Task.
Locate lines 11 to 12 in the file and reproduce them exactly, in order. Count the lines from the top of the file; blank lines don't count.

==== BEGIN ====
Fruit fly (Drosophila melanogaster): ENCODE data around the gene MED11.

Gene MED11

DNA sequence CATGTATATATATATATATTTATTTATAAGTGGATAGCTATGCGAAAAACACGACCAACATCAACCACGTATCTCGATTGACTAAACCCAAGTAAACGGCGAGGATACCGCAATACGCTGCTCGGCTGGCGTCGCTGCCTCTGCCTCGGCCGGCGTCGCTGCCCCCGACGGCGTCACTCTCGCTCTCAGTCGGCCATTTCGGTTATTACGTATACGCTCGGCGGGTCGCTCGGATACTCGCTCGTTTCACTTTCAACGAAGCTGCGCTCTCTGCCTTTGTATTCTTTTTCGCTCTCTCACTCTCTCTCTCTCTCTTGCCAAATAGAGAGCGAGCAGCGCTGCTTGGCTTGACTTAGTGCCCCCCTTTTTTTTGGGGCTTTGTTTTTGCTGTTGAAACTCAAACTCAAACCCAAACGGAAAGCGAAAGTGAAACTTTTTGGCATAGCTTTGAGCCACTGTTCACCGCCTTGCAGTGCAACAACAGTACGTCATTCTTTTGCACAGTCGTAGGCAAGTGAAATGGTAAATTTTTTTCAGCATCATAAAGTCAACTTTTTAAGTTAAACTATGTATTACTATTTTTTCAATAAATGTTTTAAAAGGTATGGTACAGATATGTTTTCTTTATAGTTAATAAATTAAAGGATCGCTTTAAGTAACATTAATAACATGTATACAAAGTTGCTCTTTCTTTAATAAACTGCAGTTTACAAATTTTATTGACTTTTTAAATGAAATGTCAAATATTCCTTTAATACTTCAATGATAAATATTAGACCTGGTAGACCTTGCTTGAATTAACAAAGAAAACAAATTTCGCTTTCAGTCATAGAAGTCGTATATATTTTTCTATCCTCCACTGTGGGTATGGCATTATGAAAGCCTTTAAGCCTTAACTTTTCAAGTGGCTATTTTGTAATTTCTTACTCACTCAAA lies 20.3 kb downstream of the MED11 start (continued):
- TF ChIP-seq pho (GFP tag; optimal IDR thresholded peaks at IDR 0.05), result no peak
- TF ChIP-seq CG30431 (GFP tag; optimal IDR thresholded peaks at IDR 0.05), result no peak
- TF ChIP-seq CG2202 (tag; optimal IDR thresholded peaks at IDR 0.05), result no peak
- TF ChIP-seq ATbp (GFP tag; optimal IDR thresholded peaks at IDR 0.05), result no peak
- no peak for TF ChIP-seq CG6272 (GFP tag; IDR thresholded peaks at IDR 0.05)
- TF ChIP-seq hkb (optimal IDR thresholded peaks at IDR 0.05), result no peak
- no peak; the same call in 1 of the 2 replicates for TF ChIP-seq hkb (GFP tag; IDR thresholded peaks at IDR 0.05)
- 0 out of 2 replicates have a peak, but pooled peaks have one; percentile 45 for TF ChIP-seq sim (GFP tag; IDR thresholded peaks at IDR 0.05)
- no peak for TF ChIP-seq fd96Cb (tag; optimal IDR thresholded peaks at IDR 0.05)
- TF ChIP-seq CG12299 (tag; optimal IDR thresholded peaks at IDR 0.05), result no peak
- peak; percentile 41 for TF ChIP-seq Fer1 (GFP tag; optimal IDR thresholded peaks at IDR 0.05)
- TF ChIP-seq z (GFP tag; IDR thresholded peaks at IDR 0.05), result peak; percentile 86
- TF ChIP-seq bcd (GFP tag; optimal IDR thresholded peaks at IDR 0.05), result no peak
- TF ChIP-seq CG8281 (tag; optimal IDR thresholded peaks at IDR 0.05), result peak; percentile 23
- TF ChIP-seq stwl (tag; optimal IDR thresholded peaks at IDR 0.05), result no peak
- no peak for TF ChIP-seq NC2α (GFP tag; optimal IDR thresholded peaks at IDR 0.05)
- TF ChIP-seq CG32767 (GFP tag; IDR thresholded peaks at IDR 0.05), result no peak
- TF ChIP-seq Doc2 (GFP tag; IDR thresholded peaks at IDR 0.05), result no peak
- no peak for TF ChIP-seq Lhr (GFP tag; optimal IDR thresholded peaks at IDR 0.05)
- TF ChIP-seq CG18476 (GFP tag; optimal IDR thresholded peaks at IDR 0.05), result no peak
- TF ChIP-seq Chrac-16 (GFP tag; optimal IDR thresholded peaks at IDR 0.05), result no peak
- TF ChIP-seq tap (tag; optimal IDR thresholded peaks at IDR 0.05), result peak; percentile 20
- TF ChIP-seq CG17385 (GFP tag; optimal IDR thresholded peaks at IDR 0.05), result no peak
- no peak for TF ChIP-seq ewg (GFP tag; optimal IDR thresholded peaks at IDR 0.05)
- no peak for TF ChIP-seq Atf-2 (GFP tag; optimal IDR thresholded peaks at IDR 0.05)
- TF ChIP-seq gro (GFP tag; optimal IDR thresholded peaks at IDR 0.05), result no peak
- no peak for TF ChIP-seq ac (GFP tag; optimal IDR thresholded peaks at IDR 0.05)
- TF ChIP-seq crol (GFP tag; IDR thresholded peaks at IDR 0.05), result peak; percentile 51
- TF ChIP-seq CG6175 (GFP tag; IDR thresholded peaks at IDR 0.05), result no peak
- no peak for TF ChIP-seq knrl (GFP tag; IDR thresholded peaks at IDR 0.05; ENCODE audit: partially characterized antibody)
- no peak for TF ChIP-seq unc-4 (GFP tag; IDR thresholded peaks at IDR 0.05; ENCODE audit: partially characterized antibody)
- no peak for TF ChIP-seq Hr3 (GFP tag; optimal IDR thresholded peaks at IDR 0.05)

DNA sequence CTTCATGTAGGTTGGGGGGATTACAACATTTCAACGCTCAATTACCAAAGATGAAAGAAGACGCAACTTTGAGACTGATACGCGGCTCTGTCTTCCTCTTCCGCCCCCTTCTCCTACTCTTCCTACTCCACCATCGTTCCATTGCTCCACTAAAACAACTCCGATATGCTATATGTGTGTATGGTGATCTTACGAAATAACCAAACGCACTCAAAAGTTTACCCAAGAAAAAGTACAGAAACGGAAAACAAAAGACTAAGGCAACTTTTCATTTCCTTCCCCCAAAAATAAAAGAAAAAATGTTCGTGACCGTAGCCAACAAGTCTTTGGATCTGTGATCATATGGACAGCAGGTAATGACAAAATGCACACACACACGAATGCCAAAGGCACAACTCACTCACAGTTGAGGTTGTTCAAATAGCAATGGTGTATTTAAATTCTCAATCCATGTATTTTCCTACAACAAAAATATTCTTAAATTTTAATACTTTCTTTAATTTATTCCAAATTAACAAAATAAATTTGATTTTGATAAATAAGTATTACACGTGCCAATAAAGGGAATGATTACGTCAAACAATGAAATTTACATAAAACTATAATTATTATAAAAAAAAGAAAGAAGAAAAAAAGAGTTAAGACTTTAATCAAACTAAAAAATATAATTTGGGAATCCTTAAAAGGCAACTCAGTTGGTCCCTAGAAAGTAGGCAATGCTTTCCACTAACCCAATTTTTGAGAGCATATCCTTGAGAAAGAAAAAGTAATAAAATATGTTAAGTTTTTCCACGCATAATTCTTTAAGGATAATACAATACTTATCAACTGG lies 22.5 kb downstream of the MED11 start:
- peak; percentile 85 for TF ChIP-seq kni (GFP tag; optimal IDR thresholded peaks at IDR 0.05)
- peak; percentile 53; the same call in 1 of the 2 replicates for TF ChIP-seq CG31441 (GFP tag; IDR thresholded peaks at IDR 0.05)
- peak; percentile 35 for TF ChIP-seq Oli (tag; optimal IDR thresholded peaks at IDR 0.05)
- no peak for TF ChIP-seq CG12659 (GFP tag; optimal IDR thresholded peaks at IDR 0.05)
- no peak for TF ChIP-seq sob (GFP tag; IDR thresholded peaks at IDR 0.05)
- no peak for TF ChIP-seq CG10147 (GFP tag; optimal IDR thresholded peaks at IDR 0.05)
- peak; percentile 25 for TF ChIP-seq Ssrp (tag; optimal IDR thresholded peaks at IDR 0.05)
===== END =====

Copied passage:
- 0 out of 2 replicates have a peak, but pooled peaks have one; percentile 45 for TF ChIP-seq sim (GFP tag; IDR thresholded peaks at IDR 0.05)
- no peak for TF ChIP-seq fd96Cb (tag; optimal IDR thresholded peaks at IDR 0.05)